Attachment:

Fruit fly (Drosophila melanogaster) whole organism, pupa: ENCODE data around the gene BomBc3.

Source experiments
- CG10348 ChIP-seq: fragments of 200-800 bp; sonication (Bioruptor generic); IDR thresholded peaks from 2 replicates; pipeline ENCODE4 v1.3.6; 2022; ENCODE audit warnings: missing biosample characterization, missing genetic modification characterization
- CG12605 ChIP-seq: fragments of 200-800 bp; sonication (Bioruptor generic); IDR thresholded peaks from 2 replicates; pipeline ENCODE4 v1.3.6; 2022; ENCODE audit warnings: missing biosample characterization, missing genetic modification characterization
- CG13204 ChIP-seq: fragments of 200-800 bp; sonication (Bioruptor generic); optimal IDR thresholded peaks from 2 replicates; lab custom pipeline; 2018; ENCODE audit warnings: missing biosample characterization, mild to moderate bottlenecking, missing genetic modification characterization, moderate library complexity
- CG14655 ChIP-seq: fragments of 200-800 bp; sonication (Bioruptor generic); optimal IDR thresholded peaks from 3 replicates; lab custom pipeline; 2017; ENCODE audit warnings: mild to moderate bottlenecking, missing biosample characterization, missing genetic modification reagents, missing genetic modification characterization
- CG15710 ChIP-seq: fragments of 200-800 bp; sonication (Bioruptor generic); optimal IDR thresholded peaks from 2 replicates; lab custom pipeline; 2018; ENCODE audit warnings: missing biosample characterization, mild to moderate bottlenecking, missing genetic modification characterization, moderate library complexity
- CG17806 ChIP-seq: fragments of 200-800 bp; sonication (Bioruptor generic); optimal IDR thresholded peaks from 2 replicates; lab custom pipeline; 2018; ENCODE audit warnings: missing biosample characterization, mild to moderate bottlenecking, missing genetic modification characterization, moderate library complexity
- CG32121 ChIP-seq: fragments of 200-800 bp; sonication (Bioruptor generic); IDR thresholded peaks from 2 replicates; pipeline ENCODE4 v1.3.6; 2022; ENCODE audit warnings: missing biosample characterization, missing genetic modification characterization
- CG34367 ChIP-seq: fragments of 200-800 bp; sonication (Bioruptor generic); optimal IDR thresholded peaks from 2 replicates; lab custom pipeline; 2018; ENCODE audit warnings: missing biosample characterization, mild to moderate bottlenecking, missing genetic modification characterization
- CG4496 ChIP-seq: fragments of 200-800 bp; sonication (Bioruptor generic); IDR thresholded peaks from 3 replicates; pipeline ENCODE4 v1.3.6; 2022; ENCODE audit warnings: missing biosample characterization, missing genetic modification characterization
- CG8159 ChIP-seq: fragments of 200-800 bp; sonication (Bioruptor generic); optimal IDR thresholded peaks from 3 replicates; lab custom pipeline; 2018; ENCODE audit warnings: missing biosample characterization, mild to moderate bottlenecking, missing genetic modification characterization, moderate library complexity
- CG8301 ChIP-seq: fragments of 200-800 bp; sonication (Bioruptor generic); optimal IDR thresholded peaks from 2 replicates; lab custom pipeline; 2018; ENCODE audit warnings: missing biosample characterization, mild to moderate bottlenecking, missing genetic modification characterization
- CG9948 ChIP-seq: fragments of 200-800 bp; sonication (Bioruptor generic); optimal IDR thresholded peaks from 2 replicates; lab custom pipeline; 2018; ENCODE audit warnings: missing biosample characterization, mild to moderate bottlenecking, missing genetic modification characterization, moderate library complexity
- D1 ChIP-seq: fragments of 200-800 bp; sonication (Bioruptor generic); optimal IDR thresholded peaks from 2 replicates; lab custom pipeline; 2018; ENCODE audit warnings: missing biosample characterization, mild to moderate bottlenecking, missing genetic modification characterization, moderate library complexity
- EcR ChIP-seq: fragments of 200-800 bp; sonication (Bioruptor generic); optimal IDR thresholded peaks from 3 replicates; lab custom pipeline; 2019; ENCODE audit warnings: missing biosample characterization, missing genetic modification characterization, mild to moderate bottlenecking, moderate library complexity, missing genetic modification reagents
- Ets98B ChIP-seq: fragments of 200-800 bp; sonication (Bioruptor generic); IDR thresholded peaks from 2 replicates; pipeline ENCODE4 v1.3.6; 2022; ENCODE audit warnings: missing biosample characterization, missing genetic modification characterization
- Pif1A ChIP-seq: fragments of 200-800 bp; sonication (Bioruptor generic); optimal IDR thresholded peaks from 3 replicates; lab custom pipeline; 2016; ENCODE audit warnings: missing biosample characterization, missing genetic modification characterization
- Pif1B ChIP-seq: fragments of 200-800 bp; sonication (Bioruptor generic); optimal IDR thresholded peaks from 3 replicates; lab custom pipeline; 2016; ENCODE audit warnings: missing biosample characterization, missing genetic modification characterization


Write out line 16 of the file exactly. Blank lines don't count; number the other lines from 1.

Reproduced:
- EcR ChIP-seq: fragments of 200-800 bp; sonication (Bioruptor generic); optimal IDR thresholded peaks from 3 replicates; lab custom pipeline; 2019; ENCODE audit warnings: missing biosample characterization, missing genetic modification characterization, mild to moderate bottlenecking, moderate library complexity, missing genetic modification reagents